In a broad sense, nature encompasses the natural world, the physical universe, and the material world. The artwork of nature can take on many different sizes, shapes, and forms, giving the artist plenty of subjects for his paintings. Just a few subjects of nature, for example, include flowers, plants, trees, animals, botany, weather, and geology. Art imitates nature, as many artists and photographers replicate nature in their paintings and photographs as well.
As a true pioneer of nature photography, Ansel Adams was the renowned expert for capturing the beauty of nature in his surrealistic photographs. Adams is considered a visionary hero of nature photography and preservation. His best known pictures were taken of Yosemite National Park in the early 1900’s. Photography experts say his black and white photos have a beautiful, silver-like quality. Today, the Ansel Adams Gallery has become a gathering place for celebrating the arts and the natural grandeur of the environment.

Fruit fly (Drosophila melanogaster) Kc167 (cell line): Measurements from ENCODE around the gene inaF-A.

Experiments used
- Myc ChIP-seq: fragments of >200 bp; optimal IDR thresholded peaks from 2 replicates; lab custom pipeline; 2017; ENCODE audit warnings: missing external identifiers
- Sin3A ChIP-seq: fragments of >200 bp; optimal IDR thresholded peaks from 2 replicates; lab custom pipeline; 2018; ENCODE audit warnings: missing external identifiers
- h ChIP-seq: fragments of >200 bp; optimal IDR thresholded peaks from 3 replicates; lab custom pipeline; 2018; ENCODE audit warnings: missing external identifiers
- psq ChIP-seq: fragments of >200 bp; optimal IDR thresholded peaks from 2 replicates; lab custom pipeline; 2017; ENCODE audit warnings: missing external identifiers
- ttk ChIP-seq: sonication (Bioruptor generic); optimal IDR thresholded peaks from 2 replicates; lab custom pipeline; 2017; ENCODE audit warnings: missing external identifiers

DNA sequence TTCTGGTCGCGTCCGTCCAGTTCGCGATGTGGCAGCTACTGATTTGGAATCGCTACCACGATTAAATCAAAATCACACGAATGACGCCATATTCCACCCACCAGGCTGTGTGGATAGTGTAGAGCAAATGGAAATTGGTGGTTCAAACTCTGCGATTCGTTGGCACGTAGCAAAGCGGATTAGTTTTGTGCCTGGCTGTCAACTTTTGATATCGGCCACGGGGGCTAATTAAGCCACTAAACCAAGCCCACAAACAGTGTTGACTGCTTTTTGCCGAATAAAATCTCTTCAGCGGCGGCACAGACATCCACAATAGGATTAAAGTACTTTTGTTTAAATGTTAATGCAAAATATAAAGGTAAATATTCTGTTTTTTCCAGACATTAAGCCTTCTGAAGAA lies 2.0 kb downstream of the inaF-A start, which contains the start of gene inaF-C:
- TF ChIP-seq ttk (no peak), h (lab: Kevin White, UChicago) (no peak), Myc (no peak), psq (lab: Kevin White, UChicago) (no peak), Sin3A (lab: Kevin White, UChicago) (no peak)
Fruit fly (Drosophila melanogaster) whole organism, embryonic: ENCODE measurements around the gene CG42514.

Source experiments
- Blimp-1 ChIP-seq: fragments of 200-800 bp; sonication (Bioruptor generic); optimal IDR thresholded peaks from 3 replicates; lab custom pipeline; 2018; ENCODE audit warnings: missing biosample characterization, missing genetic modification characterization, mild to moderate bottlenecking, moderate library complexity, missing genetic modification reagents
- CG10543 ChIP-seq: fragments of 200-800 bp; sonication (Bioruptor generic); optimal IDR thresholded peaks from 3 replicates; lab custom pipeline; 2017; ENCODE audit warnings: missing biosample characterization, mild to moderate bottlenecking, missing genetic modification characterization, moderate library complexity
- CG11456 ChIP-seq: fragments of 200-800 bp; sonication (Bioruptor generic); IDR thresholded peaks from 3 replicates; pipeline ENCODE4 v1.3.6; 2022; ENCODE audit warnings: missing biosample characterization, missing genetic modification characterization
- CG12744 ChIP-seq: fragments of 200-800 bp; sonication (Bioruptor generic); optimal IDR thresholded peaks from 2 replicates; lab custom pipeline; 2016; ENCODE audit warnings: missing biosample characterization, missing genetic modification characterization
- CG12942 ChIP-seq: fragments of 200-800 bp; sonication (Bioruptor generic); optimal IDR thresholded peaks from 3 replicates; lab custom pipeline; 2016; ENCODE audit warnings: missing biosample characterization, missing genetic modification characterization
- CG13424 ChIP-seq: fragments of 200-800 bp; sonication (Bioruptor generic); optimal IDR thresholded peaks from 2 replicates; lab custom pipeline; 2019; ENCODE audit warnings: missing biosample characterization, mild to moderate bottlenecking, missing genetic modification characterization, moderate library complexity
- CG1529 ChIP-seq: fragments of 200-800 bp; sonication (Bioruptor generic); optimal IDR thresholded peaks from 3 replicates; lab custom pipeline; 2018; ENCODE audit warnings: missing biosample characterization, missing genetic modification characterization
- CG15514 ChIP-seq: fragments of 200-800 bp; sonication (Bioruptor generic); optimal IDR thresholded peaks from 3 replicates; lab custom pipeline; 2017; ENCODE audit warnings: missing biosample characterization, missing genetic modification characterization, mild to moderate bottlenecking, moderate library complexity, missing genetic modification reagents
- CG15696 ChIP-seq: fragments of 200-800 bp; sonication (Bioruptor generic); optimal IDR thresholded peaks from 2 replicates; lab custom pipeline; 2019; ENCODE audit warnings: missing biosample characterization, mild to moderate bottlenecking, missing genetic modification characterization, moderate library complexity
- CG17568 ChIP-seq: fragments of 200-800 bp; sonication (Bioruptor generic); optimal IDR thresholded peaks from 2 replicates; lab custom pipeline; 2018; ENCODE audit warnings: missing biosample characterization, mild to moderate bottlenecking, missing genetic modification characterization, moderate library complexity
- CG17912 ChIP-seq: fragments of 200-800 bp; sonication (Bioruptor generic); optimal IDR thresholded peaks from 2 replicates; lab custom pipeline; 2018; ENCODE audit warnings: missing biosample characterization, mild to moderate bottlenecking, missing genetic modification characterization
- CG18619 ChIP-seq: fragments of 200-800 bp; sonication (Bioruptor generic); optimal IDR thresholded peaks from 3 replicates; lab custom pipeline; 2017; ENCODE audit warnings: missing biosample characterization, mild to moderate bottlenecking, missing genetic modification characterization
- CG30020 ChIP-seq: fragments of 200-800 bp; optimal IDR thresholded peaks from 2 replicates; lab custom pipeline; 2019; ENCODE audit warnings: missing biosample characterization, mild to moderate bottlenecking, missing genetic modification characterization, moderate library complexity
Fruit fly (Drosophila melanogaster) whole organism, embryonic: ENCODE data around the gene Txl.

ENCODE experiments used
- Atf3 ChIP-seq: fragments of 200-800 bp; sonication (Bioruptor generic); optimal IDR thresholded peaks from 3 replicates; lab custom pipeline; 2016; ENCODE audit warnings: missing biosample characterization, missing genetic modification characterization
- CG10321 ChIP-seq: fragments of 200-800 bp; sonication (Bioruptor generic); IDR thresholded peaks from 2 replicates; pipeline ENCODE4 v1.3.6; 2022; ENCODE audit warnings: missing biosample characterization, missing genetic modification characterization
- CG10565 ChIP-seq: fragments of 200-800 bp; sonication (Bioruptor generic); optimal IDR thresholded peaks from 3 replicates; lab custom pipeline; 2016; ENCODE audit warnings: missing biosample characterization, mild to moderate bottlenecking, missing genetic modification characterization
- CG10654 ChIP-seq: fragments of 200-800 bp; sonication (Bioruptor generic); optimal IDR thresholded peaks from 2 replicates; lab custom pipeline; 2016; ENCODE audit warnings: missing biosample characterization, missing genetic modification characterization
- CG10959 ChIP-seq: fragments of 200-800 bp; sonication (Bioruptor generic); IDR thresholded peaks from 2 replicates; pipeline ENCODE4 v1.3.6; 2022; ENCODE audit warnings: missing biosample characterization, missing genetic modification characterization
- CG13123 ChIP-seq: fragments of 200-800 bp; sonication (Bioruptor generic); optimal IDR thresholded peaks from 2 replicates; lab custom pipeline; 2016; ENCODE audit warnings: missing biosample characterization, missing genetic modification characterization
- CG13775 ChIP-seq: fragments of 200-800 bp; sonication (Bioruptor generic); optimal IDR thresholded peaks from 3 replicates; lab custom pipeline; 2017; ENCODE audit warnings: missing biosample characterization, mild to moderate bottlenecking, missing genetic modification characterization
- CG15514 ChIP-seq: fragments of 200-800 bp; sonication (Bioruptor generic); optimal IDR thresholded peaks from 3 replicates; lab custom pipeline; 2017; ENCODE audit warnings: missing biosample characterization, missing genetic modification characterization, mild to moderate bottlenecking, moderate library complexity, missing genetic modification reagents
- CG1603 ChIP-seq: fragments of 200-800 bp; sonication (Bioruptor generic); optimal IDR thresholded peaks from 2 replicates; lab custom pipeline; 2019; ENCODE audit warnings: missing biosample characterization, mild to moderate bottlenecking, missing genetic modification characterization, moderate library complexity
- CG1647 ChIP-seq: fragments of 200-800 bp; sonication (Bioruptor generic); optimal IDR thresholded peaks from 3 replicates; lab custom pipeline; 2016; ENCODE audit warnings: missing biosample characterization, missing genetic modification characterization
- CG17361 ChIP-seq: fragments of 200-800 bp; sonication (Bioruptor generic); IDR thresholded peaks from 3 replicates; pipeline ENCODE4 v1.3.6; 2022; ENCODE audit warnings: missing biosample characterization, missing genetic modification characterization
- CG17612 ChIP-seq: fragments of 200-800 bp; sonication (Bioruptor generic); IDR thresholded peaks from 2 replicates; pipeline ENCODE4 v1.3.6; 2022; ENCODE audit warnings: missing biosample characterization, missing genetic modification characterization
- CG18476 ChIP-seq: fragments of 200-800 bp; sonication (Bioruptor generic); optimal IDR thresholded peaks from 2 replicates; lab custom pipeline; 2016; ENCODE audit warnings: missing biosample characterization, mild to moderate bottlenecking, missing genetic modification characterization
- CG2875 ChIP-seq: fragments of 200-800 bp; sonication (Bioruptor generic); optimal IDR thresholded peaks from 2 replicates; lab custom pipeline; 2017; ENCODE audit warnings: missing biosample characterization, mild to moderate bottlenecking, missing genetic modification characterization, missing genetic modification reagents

One of Ansel Adams’ most famous photographs is Monolith: The Face of the Half Dome. The photograph is absolutely beautiful, and it definitely captures the rugged elegance of Yosemite National Park.
Nature Inspires Art
Nearly every aspect of nature—including the land and water we rely on for survival— definitely shape and support the way everyone views the world. The paintings and photographs that artists create come from the inspiration that they experience all around them.
Since the earliest dynasties, the mountains of China have provided an expression of nature’s power called “qi,” which attracts rain clouds, waters the crops, and provides medicine for healing the sick, as well as beautiful backdrops for the portraits and paintings that artists create. No doubt, the power of nature and beauty is a vital part of life.
Across the seas in the United States, people still raft down one of the country’s oldest River (the Mississippi) and sing of the country’s “purple mountain majesties” in reference to Pike’s Peak in Colorado. Both Pike’s Peak and America’s great river provide great scenic landscapes for the painter’s brush and the photographer’s camera.
Archaeologists still discover rudimentary cave paintings and drawings of horses, deer, and bulls in France, Greece, and other parts of the world that date back more than 17,000 years.
Both nature and art are an important part of our lives, culture, and history, and as such, everyone needs to appreciate and conserve nature and the artistic spirit, in order to ensure that our sons and grandsons can appreciate the world around them.